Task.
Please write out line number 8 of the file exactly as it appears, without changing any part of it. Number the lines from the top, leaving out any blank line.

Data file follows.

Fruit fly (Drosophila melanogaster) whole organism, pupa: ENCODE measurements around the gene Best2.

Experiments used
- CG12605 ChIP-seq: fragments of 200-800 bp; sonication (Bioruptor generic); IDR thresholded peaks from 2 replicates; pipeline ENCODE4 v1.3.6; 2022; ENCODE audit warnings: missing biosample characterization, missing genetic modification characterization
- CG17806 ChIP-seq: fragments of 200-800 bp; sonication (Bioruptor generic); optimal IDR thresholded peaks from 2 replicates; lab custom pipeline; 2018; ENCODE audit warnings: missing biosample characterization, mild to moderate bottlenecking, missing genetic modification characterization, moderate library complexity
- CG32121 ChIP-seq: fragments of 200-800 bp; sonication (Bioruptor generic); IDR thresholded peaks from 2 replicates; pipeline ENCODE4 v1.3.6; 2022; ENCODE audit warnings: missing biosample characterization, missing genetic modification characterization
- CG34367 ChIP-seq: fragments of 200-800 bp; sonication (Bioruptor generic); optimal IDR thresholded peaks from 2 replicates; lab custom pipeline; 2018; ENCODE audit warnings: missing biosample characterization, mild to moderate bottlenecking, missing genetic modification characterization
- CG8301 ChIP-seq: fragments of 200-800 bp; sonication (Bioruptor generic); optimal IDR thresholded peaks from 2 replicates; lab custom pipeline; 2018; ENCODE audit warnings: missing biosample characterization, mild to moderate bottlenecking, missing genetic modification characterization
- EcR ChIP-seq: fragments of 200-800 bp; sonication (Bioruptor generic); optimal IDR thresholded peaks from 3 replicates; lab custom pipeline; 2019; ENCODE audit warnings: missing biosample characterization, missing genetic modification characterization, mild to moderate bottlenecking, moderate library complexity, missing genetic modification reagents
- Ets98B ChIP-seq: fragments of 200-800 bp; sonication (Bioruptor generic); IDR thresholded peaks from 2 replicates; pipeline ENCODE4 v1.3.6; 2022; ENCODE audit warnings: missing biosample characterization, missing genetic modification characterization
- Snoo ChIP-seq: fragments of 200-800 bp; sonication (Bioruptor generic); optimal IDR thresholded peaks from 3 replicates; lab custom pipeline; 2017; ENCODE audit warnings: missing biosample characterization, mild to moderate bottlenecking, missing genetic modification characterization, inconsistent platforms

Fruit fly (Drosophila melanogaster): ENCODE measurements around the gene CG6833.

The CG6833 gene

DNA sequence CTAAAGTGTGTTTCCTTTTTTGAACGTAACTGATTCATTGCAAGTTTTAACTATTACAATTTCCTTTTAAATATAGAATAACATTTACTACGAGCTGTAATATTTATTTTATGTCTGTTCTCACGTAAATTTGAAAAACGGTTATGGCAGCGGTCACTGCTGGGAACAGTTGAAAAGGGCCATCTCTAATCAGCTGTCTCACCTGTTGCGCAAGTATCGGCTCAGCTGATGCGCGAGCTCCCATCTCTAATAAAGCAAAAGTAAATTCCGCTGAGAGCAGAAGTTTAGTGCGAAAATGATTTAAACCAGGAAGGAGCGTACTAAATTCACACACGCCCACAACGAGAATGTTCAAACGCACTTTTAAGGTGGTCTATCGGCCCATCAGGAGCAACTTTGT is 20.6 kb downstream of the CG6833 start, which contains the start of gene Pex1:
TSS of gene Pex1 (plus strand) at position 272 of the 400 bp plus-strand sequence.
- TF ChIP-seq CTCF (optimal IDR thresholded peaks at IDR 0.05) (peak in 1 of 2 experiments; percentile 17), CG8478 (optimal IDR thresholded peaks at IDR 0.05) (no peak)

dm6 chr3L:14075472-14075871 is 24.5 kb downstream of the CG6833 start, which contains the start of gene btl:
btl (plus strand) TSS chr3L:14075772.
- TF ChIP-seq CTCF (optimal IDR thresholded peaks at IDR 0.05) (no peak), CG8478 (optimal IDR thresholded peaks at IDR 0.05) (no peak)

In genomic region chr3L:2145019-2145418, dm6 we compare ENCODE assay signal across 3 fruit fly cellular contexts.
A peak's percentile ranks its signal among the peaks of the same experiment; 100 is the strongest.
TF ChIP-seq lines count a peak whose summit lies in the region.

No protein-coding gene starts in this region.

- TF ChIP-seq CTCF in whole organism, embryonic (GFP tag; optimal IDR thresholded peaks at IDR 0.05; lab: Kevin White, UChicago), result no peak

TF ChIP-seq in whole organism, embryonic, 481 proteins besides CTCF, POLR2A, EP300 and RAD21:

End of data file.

- EcR ChIP-seq: fragments of 200-800 bp; sonication (Bioruptor generic); optimal IDR thresholded peaks from 3 replicates; lab custom pipeline; 2019; ENCODE audit warnings: missing biosample characterization, missing genetic modification characterization, mild to moderate bottlenecking, moderate library complexity, missing genetic modification reagents